Hymn Of Praise The Prayer Of Saint Mark Of Trache Behold, the final hour tolls for me on earth. I go where the Lord shines instead of the sun. I emerge from my dusty, fleshly garment, And am traveling toward Thy countenance, O Christ. Just one more wish do I stretch forth over the earth. Before Your Throne with prayer I come: I desire salvation for all mankind, Freedom from sin for everyone and for all. I desire that the virtuous fasters be saved, And all diligent laborers in Thy field. I desire that those who are prisoners for Thy sake, Who sacrifice themselves for the sake of Thy love, be saved; And cruel sinners that commit violence, And those who endure violence for Thy sake. Salvation to the lavras, plentiful with monks; Salvation to the faithful, the tearful and the poor; Salvation to the churches, throughout the world; To the shepherds of the Church, to all and to me, To all the servants of God and all the handmaidens, Whom the world knows or who hide in loneliness. Salvation to the baptized and adopted, Enlivened with the Life-giving Spirit of God. Salvation to the humble and the merciful, To faithful emperors and faithful princes, To every heart of man, the healthy and the infirm. And salvation to my brother Serapion. O Powerful Lord, this is my desire And my final prayer. Let it be Thy will!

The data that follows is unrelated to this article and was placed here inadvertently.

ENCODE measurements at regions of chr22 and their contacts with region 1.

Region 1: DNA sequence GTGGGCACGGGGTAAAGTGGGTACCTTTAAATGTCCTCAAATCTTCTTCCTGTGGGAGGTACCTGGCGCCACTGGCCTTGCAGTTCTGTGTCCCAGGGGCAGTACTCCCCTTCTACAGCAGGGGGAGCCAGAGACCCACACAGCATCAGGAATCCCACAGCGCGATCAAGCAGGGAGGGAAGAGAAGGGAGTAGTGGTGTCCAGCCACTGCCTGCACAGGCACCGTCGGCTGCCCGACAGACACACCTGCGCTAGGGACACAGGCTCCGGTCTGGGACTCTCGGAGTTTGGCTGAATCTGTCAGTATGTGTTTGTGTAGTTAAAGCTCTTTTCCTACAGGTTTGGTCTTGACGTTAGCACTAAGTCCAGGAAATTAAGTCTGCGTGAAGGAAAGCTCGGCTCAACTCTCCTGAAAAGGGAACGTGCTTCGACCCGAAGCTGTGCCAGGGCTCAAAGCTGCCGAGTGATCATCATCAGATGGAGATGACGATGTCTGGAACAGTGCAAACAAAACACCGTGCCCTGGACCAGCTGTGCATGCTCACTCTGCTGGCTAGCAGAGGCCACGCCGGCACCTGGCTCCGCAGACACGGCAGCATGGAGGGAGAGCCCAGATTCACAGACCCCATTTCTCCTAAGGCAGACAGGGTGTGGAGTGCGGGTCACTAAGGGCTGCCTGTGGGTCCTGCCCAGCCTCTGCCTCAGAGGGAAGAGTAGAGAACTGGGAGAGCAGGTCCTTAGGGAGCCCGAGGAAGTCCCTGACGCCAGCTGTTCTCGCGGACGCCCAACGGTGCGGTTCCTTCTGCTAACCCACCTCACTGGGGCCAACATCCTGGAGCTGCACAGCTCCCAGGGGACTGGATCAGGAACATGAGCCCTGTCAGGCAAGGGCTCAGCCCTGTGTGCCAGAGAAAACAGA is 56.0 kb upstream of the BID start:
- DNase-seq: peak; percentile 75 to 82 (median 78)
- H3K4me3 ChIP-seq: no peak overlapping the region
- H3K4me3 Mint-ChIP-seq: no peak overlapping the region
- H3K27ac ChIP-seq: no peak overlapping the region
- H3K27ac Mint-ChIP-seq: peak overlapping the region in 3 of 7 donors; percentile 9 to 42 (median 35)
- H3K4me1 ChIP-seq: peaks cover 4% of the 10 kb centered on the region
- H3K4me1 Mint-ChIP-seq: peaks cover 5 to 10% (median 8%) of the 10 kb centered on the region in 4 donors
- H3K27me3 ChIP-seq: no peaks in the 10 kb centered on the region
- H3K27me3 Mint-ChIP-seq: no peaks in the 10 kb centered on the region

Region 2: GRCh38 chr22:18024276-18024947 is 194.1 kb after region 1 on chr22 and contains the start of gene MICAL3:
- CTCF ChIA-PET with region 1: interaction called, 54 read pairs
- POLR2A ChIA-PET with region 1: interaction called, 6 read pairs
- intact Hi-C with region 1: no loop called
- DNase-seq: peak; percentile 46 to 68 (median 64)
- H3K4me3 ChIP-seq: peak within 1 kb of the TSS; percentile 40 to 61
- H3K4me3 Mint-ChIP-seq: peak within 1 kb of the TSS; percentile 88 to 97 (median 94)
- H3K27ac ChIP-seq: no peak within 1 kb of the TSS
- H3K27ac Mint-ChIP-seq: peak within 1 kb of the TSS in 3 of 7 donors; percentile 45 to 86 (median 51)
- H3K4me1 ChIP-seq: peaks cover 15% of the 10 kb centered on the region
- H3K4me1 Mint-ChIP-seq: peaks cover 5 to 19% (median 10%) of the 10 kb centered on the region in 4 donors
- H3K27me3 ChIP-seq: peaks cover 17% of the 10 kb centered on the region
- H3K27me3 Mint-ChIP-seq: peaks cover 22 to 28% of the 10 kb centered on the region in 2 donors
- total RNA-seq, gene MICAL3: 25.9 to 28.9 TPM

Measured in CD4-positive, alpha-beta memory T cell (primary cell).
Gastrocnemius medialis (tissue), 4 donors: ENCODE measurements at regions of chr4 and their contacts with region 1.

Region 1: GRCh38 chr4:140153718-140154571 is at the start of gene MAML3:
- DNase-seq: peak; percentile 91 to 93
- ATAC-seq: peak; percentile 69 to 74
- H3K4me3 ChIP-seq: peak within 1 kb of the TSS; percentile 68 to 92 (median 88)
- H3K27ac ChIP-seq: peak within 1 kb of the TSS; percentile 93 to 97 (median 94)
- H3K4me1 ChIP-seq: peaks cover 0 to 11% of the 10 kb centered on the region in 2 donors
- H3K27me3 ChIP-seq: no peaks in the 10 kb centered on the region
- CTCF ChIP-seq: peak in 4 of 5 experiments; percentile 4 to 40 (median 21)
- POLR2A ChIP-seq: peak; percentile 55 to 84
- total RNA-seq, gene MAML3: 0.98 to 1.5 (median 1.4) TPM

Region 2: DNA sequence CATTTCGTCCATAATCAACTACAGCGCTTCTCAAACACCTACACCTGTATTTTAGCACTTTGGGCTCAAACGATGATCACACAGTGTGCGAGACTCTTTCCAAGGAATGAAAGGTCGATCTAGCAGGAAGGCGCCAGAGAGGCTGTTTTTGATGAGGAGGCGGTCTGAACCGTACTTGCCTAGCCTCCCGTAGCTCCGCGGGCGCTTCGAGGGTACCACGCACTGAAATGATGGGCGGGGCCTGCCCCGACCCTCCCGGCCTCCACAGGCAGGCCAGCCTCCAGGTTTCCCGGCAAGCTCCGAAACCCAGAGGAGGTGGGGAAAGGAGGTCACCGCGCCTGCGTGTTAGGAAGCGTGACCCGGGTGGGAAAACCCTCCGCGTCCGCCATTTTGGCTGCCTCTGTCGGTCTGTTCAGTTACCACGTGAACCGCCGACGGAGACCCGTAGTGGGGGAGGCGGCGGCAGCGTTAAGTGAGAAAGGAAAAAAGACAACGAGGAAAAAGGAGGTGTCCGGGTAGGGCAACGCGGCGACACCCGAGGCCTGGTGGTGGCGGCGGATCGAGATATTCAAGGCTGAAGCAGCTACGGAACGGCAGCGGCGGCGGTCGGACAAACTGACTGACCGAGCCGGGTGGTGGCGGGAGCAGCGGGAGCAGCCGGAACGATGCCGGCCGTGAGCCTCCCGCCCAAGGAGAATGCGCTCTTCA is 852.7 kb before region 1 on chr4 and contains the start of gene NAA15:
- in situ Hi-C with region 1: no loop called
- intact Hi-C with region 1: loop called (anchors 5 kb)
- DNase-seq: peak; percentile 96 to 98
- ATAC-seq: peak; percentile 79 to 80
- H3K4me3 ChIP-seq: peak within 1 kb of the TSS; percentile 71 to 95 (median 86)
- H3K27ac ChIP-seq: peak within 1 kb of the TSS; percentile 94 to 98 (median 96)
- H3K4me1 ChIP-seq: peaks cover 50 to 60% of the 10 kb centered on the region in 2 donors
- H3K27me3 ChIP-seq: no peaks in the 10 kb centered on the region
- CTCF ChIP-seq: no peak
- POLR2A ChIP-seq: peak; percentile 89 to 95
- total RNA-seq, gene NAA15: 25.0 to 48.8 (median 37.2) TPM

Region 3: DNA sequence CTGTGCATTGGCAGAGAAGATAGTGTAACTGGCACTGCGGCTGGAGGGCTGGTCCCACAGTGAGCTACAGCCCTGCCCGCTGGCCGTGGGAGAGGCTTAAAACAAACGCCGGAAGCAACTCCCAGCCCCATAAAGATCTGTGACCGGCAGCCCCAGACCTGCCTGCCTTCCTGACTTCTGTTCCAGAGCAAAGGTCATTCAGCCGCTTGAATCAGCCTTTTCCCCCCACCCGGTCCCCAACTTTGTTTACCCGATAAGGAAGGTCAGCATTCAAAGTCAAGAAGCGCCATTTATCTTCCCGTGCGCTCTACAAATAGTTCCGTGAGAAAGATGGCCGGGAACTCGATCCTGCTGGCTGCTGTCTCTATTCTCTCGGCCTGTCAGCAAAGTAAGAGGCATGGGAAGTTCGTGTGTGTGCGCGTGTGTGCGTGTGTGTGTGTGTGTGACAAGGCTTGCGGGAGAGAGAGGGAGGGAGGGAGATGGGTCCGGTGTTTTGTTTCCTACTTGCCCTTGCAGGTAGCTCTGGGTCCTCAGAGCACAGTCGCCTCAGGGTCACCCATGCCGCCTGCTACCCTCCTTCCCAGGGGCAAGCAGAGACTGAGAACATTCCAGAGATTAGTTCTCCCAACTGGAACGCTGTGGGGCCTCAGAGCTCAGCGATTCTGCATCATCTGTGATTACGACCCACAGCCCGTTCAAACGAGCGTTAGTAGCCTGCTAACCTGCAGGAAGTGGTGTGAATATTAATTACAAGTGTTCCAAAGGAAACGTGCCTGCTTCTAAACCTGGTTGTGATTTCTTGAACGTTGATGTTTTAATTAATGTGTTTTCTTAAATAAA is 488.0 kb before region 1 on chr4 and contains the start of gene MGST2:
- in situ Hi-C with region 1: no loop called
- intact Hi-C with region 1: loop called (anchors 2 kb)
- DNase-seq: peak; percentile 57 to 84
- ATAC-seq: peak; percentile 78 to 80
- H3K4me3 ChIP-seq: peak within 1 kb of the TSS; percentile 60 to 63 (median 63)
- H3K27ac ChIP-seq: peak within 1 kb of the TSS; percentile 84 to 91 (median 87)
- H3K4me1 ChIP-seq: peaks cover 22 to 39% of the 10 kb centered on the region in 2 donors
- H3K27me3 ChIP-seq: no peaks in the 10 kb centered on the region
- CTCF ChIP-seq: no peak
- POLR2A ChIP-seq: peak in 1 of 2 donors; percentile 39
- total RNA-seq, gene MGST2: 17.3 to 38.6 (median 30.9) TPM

Reflection “Live as though you were not of this world and you will have peace.” Thus spoke St. Anthony to his disciples. An amazing lesson but truthful. We bring about greater misfortunes and uneasiness upon ourselves when we desire to associate and identify ourselves with this world as much as possible. The more a person retreats from this world, the more often he contemplates this world as existing without him, and the deeper he immerses himself in reflecting upon his unworthiness in this world, the closer he will stand to God and the deeper will be the spiritual peace he will have. I die daily, says St. Paul (1 Corinthians 15:31), that is, every day I feel that I am not in this world. That is why he daily felt like a heavenly citizen in the spirit. When the torturer Faustinus asked St. Theodulus, “Is not life better than a violent death?” St. Theodulus replied, “Indeed, even I think that life is better than death. Because of this, I decided to abhor this mortal and temporal life on earth, that I may be a partaker of life eternal.”